• IIoT is an evolution versus commercial IoT being a revolution;

  • IIoT can leverage off existing devices and standards versus IoT including new devices and requiring additional standards;

  • IIoT can often be mission critical versus IoT being at most important;

  • IIoT has more structured connectivity versus IoT’s ad-hoc connectivity.

A similar concept which expands IoT to the Internet of Everything, which also includes non-physical entities (Simmons, 2015). In addition to the advantages to industry (hence the term Fourth Industrial Revolution), IoT has advantages for city management and service delivery to citizens, known as “smart cities” (Clarke, 2013). Due to the pervasive connectedness of devices and the data they generate, IoT can be seen as closely connected with other technological trends, such as big data analysis, cloud computing, social media and mobile computing (Clarke, 2013). A challenge becomes when there are devices that are connected, which can be considered unnecessary, such as toasters, particularly if they have security vulnerabilities (Vaughn-Nichols, 2017). Due to the possible over-connectedness, there are opportunities to leverage or abuse IoT for IW purposes that is scalable to impact an individual to a city, or possibly wider.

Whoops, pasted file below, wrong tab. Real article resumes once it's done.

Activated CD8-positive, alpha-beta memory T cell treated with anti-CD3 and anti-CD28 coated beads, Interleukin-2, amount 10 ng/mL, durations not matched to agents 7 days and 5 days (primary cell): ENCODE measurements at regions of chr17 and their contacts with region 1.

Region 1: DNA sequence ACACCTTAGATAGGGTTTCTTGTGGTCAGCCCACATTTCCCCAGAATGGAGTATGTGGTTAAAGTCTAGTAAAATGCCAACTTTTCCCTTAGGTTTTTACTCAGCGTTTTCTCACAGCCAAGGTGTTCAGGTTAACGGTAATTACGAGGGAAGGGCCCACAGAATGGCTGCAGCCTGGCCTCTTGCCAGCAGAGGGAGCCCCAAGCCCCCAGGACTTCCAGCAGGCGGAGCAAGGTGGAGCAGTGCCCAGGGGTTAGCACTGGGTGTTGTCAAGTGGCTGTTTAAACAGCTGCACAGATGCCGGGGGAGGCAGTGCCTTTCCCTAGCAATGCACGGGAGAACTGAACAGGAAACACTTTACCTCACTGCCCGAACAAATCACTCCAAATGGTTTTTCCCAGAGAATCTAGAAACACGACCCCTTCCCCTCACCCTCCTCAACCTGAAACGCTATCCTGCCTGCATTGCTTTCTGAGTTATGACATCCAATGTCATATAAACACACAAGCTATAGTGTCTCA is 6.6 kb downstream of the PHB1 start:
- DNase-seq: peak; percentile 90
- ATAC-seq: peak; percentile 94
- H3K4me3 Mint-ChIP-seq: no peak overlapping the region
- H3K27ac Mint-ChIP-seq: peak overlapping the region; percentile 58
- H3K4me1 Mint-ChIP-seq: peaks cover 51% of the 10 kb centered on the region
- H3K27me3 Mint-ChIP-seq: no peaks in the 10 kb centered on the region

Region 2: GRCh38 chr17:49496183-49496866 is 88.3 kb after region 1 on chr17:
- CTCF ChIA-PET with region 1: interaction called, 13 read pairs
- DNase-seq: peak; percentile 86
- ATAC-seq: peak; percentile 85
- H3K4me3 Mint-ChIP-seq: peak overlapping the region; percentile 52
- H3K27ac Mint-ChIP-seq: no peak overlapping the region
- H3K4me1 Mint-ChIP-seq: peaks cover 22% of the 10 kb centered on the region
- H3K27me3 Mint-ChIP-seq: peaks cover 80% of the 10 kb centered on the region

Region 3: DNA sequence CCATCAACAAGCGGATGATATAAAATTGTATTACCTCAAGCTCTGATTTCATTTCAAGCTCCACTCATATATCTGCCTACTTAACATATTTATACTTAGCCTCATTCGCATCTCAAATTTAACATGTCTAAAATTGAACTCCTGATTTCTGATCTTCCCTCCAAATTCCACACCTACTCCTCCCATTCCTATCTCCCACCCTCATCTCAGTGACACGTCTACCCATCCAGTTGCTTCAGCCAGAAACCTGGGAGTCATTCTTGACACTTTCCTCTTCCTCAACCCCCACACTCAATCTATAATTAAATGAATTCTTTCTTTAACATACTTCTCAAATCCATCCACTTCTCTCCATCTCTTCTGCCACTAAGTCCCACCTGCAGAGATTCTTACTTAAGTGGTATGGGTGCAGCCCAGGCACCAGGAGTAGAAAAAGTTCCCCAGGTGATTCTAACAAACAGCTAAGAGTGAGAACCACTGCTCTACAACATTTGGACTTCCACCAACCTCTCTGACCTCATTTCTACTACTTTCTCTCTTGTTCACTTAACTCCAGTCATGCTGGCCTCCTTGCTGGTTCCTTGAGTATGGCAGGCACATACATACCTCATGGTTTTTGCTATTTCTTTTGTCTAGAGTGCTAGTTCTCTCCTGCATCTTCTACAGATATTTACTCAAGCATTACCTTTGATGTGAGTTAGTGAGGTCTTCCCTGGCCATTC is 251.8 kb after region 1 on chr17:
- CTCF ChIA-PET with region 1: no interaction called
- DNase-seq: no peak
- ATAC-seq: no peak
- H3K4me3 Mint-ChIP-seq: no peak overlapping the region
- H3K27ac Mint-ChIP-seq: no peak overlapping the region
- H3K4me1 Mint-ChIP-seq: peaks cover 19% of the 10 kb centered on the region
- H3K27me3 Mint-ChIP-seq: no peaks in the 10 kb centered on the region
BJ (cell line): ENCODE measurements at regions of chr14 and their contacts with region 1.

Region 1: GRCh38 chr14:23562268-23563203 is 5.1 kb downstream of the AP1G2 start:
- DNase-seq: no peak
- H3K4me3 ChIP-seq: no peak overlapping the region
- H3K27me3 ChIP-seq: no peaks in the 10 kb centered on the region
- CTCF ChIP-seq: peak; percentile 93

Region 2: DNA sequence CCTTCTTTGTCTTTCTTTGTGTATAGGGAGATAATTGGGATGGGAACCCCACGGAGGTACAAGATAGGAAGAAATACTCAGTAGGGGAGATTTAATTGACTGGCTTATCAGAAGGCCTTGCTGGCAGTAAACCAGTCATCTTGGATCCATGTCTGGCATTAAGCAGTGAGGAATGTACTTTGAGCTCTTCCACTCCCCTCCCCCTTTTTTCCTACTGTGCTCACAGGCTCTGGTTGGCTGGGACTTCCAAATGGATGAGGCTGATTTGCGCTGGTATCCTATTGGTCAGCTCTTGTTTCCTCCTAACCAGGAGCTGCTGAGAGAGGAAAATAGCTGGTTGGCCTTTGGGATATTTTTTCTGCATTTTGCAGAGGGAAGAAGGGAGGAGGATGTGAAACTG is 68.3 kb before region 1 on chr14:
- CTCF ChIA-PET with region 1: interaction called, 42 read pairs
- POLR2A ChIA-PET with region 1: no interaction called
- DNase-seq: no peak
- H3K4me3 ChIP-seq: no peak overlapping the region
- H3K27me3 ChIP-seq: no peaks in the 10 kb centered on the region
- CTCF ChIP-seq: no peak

Key Terms in this Chapter

Drones: Vehicles or systems that are remotely controlled or piloted over networked or radio communications.

Psychological Operations: Information-based operations targeting the psyche of the audience to influence decision making or behavior.

Cyber-Security: Protecting information, systems, and networks from cyber-threats.

Internet of Things: The proliferation of “smart” connected devices.

Cyber-Attack: Attacks conducted in cyber-space primarily aimed at disrupting information services or operations, steal information, or making political statements.

Strategic Communication: Engaging audiences to shape conditions favorable to the communicator’s objectives.

Electronic Warfare: Denying adversary use of the electromagnetic spectrum while protecting one’s own activities in the spectrum.

Industrial Internet of Things: An evolution of industrial control systems along the lines of the internet of things.

Microcomputer: Small computing device that provides basic processing, with expansions for various input/output and communication options.

Critical Infrastructure Protection: The protection of infrastructure critical to national or social cohesion from cyber and physical threats.